Color It Bright
Don't forget your sunglasses if you're heading over to the Häagen-Dazs Honey Bee Haven, a half-acre bee-friendly demonstration garden at the Harry H. Laidlaw Jr. Honey Bee Research Facility on Bee Biology Road, UC Davis.
That's because the Gaillardia is stunningly bright and beautiful.
And honey bees are all over it.
The Gaillardia, also called blanketflower--reportedly because it typifies the wondrous patterns of Native American Indian blankets--is a native perennial from the sunflower family (Asteraceae).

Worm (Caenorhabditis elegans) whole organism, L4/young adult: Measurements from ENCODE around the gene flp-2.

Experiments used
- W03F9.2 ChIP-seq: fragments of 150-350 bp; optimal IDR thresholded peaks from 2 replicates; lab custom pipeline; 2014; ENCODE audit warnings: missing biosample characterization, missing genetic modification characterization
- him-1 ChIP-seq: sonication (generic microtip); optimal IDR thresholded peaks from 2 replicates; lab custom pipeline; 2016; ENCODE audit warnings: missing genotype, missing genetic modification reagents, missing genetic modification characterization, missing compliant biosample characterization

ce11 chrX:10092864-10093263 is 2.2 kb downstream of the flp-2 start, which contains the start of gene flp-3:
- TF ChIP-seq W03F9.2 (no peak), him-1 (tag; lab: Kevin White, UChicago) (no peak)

With all the rain we've been having lately, it's good to know that it's drought-tolerant.
The Gaillardia draws its name from M. Gaillard de Charentonneau, an 18th-century French magistrate who delved in botany.
Ready to see the haven? It's open from dawn to dusk every day. There's no admission fee.
Honey bee nectaring on Gaillardia at Haagen-Dazs Honey Bee Haven, UC Davis. (Photo by Kathy Keatley Garvey)